However, many people — including those in some of the aforementioned studies — have used diffusers without experiencing any difficulties. Consider first trying a diffuser when you are not trying to rest to make sure it’s a healthy, safe option for you.
Aromatherapy accessories — such as bracelets, necklaces, and keychains — made with absorbent materials allow you to apply your preferred essential oils and smell them throughout the day.
You can choose to diffuse essential oils whenever it works for you. If you experience anxiety alongside narcolepsy, try inhaling the oils before entering situations that make you anxious or when you notice yourself experiencing symptoms of anxiety. If you want to see if oils will help you sleep better, inhale their scents for 20 to 30 minutes before bedtime. Using a diffuser means that you can keep diffusing them through the night, too.
If you are trying to develop healthy nighttime sleep patterns or a sleep schedule, try using essential oils when going to bed or just after waking. This can help you relax and adapt to your schedule. You can use them as triggers to tell your brain when to wake up and when to go to sleep.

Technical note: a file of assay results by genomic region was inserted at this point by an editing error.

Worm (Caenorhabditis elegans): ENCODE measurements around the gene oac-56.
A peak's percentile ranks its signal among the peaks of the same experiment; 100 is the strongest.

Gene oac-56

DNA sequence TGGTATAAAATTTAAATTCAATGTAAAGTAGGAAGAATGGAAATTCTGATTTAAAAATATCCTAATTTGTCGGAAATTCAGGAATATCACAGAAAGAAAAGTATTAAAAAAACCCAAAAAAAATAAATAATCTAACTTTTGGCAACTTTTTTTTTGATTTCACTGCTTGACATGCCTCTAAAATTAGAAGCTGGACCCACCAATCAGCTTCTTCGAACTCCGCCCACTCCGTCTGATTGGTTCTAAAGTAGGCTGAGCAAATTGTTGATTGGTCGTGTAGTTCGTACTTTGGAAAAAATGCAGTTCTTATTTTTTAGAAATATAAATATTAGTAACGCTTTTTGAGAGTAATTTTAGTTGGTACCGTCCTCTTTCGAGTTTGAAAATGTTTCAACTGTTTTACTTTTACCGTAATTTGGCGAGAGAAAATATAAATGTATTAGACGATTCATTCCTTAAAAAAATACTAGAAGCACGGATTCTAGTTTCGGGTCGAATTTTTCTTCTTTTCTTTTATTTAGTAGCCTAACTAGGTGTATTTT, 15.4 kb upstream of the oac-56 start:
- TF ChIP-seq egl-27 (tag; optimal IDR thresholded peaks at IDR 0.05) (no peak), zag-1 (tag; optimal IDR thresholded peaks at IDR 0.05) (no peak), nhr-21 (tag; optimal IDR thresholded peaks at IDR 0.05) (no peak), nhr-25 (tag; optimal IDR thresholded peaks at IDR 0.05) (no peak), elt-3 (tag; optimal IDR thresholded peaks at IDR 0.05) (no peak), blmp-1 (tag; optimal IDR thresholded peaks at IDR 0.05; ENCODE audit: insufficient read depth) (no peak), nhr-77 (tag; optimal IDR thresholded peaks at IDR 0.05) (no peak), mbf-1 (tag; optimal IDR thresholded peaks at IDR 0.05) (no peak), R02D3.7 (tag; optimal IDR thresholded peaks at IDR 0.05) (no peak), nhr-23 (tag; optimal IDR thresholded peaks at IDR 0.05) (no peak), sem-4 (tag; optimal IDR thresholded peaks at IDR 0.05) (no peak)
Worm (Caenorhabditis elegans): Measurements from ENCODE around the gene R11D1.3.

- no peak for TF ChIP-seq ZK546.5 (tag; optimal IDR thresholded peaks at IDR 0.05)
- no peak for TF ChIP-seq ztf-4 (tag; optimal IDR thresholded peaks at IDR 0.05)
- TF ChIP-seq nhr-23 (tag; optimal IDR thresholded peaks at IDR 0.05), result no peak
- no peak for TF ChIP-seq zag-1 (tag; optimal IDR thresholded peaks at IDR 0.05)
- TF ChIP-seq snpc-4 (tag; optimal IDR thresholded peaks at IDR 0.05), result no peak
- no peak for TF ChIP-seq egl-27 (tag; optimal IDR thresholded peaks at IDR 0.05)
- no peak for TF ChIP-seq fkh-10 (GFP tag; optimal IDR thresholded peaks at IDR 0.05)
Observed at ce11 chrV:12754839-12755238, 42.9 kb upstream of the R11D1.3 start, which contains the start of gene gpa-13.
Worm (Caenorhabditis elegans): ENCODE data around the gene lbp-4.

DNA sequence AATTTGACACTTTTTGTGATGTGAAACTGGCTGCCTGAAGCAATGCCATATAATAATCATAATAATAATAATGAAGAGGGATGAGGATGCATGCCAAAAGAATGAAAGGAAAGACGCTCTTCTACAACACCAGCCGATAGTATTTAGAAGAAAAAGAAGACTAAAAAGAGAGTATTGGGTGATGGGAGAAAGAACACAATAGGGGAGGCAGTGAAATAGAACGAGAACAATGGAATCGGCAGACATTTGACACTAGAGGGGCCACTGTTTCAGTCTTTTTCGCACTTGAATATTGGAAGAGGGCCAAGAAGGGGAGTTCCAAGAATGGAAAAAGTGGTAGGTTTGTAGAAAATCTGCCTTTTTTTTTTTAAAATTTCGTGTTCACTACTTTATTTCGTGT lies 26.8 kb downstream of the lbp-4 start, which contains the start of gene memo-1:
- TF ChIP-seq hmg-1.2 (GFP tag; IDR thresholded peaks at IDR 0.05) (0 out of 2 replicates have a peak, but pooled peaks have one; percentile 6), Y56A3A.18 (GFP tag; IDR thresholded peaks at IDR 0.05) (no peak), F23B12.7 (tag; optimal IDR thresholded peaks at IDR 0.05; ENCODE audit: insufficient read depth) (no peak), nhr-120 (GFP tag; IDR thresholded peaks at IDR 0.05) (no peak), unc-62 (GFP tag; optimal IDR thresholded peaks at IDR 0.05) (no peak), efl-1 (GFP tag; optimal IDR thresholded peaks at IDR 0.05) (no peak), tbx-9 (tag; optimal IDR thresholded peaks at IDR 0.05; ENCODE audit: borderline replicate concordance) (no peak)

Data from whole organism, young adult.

There are some known risks associated with essential oils. It is important to note that even if you do not have known sensitivities, you should never ingest essential oils.
There is no cure for narcolepsy at this time, and the U.S. Food and Drug Administration (FDA) must approve a medication before it can be considered an effective treatment for a health condition. Essential oils are not regulated by the FDA or any U.S. government agency, so be careful when purchasing any. Some may be harvested incorrectly, and some manufacturers may not disclose all their ingredients. Some companies also may claim that their products are “therapeutic grade,” but this is just a marketing term. It does not refer to the safety or efficacy of the oils.